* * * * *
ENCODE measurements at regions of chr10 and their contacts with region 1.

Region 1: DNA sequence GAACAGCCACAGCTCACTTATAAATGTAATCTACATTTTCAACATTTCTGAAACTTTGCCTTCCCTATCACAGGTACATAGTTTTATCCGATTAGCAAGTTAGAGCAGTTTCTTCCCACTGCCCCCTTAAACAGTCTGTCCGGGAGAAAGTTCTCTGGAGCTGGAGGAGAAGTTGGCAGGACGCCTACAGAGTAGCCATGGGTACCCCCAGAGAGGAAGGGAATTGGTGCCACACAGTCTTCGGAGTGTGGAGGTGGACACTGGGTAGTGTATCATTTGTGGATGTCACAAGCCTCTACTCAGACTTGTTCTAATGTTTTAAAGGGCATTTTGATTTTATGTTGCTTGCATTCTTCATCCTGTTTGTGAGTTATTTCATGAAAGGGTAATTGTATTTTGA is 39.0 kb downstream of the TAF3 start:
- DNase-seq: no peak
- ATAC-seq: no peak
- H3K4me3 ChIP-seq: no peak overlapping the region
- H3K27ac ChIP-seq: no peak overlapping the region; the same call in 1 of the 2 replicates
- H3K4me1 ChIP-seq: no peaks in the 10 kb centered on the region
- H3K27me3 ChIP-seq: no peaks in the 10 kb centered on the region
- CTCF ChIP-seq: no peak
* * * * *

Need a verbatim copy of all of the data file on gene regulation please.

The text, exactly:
ENCODE measurements at regions of chr10 and their contacts with region 1.

Region 1: DNA sequence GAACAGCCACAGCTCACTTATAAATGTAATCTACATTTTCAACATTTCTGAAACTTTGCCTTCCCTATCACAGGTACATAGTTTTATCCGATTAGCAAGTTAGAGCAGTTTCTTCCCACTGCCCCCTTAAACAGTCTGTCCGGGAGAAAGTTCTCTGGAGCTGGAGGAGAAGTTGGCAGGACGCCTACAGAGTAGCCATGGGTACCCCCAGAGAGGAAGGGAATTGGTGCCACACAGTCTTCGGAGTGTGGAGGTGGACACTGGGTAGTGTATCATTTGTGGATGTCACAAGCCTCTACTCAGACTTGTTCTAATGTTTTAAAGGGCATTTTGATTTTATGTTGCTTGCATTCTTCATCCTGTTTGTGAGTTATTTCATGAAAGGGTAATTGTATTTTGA is 39.0 kb downstream of the TAF3 start:
- DNase-seq: no peak
- ATAC-seq: no peak
- H3K4me3 ChIP-seq: no peak overlapping the region
- H3K27ac ChIP-seq: no peak overlapping the region; the same call in 1 of the 2 replicates
- H3K4me1 ChIP-seq: no peaks in the 10 kb centered on the region
- H3K27me3 ChIP-seq: no peaks in the 10 kb centered on the region
- CTCF ChIP-seq: no peak